|Who 'made $10bn on 10/1 bet that U.S. credit rating
would be downgraded'?
Mail | August 9, 2011
A mystery investor or hedge fund reportedly made a bet of almost $1billion at odds of 10/1 last month that the U.S. would lose its AAA credit rating.
Now questions are being asked of whether the trader had inside information before placing the $850million bet in the futures market, or if the bet happened at all.
There were mounting rumours that investor George Soros, 80, famously known as ‘the man who broke the Bank of England’, could be involved.
He made more than $1billion on currency speculation when the British pound left the Exchange Rate Mechanism on Black Wednesday in 1992.
But a source with knowledge of the firm said Soros was not involved in the rumoured trade and questioned whether in fact there had been such a trade at all.
The latest bet was made on July 21 on trades of 5,370 ten-year Treasury futures and 3,100 Treasury bond futures, reported ETF Daily News.
Now the investor's gamble seems to have paid off after Standard and Poor’s issued a credit rating downgrade from AAA to AA+ last Friday.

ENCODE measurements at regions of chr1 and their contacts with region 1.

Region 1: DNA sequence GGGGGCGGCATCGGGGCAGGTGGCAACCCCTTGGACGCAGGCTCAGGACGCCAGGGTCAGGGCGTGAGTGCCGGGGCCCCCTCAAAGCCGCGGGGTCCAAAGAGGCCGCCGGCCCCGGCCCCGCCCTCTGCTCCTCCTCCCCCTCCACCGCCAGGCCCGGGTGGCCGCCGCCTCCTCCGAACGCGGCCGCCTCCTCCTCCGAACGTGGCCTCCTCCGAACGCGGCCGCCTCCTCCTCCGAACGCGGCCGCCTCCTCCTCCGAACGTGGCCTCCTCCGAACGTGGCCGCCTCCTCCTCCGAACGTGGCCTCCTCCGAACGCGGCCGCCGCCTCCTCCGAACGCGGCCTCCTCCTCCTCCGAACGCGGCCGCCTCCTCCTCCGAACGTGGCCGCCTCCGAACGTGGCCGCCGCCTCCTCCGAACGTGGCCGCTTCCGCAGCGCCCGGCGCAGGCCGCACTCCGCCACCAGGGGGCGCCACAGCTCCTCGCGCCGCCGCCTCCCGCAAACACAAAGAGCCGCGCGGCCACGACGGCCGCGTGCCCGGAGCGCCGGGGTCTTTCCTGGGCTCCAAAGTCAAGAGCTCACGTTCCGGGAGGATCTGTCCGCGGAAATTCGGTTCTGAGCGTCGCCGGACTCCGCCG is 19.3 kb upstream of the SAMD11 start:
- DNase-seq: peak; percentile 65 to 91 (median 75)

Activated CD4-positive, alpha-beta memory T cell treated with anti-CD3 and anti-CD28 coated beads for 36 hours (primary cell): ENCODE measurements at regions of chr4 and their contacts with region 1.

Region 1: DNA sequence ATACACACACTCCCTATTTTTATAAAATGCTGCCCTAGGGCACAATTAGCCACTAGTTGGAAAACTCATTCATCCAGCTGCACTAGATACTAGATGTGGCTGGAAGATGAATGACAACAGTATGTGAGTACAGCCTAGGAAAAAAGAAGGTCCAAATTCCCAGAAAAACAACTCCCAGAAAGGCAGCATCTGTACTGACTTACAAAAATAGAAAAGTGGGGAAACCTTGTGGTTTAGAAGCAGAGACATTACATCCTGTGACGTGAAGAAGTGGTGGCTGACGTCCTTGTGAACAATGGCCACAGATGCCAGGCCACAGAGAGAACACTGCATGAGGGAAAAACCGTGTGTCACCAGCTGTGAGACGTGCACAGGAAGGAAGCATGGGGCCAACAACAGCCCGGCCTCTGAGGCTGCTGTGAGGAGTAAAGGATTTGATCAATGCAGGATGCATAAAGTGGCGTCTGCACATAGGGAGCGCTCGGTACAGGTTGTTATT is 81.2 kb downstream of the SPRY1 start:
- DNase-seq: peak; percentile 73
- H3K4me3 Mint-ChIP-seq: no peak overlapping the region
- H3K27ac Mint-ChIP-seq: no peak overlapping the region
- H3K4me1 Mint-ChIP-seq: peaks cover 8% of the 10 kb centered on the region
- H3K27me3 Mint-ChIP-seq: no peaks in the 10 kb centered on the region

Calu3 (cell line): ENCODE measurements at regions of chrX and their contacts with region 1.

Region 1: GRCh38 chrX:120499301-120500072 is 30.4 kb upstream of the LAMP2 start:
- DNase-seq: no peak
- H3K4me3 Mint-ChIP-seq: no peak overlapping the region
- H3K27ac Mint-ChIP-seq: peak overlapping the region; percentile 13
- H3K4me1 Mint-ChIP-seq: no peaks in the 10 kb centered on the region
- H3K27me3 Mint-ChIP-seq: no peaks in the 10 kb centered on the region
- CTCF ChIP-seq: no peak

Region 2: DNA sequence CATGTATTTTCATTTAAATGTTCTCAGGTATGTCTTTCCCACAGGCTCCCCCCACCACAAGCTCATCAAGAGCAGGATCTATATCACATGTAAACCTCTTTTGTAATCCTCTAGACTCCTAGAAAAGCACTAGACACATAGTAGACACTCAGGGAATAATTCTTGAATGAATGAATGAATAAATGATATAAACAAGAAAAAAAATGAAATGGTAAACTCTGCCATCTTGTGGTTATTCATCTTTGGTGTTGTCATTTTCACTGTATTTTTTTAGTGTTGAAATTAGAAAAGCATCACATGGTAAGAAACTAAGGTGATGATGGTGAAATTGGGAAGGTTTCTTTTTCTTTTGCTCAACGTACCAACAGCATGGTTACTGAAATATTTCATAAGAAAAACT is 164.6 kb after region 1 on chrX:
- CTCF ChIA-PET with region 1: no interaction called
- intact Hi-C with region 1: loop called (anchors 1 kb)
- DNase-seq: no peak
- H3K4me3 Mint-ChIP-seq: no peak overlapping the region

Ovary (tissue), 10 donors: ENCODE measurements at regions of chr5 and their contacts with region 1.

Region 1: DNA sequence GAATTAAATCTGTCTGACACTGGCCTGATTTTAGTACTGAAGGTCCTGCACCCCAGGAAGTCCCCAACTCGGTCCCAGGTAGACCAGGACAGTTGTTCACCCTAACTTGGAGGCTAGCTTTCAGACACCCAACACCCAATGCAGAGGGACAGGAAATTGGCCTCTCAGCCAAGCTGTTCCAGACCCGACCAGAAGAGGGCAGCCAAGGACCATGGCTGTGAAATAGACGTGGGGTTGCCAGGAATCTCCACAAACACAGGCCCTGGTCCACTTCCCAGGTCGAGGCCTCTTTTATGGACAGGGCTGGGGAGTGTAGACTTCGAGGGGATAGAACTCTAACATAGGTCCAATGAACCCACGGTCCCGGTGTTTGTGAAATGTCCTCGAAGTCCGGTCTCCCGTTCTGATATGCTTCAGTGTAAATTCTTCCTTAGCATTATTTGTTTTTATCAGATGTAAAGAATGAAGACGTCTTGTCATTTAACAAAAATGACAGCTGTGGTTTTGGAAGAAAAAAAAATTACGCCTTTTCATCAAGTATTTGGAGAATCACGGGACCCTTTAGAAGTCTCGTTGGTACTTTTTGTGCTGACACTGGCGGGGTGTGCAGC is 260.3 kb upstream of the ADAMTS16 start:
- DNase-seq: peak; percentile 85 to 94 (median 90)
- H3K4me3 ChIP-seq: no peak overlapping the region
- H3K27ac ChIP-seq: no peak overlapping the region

Whoever it is stands to earn a 1,000 per cent return on their money, with the expectation that interest rates will be going up after the downgrade.
The link has been made to Mr Soros in part because he has been tied to President Obama’s administration since 2008, reported The Examiner.
He also recently stopped managing money for outside investors, meaning he is under less scrutiny from the Securities and Exchange Commision
But the mystery bet could easily have been made by another trader with similar resources, despite Mr Soros’s links with the Obama administration.
The bet also raises questions of whether President Obama and Treasury Secretary Timothy Geithner knew that a downgrade was on the cards.
Mr Geithner said in April there was ‘no risk’ of a downgrade - but the government now appears annoyed, not surprised, by last week’s decision.
He has since slammed S&P for showing 'terrible judgment' in their decision and a 'stunning lack of knowledge' of U.S. fiscal budget maths.